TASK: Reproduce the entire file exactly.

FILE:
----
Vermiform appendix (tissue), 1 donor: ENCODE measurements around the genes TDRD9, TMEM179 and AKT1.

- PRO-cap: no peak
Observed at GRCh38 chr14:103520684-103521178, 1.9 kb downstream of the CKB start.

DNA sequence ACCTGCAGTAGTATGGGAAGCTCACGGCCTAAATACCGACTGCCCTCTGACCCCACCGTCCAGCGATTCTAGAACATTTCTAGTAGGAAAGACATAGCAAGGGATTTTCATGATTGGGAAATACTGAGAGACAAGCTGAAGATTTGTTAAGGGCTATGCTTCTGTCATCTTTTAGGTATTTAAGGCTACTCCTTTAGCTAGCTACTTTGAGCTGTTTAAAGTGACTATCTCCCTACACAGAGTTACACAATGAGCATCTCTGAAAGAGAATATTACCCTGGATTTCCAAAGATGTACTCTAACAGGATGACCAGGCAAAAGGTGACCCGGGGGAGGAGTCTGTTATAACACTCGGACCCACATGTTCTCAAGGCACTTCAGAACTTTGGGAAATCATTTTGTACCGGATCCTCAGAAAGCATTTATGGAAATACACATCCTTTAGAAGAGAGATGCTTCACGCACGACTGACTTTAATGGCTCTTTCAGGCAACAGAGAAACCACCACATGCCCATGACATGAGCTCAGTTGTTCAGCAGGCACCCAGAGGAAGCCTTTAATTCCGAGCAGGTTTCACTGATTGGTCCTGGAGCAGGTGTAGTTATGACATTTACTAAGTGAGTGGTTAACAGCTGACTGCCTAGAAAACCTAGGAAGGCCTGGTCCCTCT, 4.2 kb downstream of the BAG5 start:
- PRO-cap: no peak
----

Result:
Vermiform appendix (tissue), 1 donor: ENCODE measurements around the genes TDRD9, TMEM179 and AKT1.

- PRO-cap: no peak
Observed at GRCh38 chr14:103520684-103521178, 1.9 kb downstream of the CKB start.

DNA sequence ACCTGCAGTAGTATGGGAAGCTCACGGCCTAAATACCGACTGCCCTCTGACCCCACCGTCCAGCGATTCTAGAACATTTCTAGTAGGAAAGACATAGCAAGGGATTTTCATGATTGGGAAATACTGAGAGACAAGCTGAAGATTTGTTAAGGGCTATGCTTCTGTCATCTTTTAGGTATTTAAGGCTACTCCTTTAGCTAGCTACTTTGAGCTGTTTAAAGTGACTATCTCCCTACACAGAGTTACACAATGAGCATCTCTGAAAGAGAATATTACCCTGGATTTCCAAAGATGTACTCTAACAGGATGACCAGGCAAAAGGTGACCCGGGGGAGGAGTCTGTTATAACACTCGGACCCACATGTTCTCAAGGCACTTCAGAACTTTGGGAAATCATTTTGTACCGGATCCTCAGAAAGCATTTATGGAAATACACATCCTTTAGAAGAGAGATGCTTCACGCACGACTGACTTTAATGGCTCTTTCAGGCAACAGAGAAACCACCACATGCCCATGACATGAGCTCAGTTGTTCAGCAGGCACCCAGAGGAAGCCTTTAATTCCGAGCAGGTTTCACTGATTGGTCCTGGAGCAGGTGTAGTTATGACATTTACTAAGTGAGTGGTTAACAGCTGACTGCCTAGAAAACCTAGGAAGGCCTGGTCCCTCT, 4.2 kb downstream of the BAG5 start:
- PRO-cap: no peak